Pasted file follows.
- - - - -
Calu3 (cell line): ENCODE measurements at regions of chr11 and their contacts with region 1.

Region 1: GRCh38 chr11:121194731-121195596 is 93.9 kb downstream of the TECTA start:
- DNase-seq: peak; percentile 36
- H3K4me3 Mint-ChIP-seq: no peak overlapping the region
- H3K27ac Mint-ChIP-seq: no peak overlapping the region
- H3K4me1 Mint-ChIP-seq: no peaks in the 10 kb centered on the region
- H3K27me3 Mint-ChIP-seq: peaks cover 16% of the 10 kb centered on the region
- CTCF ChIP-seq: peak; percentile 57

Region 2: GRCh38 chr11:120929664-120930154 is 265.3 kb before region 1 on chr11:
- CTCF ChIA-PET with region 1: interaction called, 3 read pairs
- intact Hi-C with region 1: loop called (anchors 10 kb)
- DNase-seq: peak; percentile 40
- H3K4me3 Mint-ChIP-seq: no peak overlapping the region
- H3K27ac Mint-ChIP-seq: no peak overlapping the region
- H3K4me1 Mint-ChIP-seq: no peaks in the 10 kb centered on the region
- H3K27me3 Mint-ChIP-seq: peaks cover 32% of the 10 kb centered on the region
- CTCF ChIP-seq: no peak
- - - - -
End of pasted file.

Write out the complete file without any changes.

Calu3 (cell line): ENCODE measurements at regions of chr11 and their contacts with region 1.

Region 1: GRCh38 chr11:121194731-121195596 is 93.9 kb downstream of the TECTA start:
- DNase-seq: peak; percentile 36
- H3K4me3 Mint-ChIP-seq: no peak overlapping the region
- H3K27ac Mint-ChIP-seq: no peak overlapping the region
- H3K4me1 Mint-ChIP-seq: no peaks in the 10 kb centered on the region
- H3K27me3 Mint-ChIP-seq: peaks cover 16% of the 10 kb centered on the region
- CTCF ChIP-seq: peak; percentile 57

Region 2: GRCh38 chr11:120929664-120930154 is 265.3 kb before region 1 on chr11:
- CTCF ChIA-PET with region 1: interaction called, 3 read pairs
- intact Hi-C with region 1: loop called (anchors 10 kb)
- DNase-seq: peak; percentile 40
- H3K4me3 Mint-ChIP-seq: no peak overlapping the region
- H3K27ac Mint-ChIP-seq: no peak overlapping the region
- H3K4me1 Mint-ChIP-seq: no peaks in the 10 kb centered on the region
- H3K27me3 Mint-ChIP-seq: peaks cover 32% of the 10 kb centered on the region
- CTCF ChIP-seq: no peak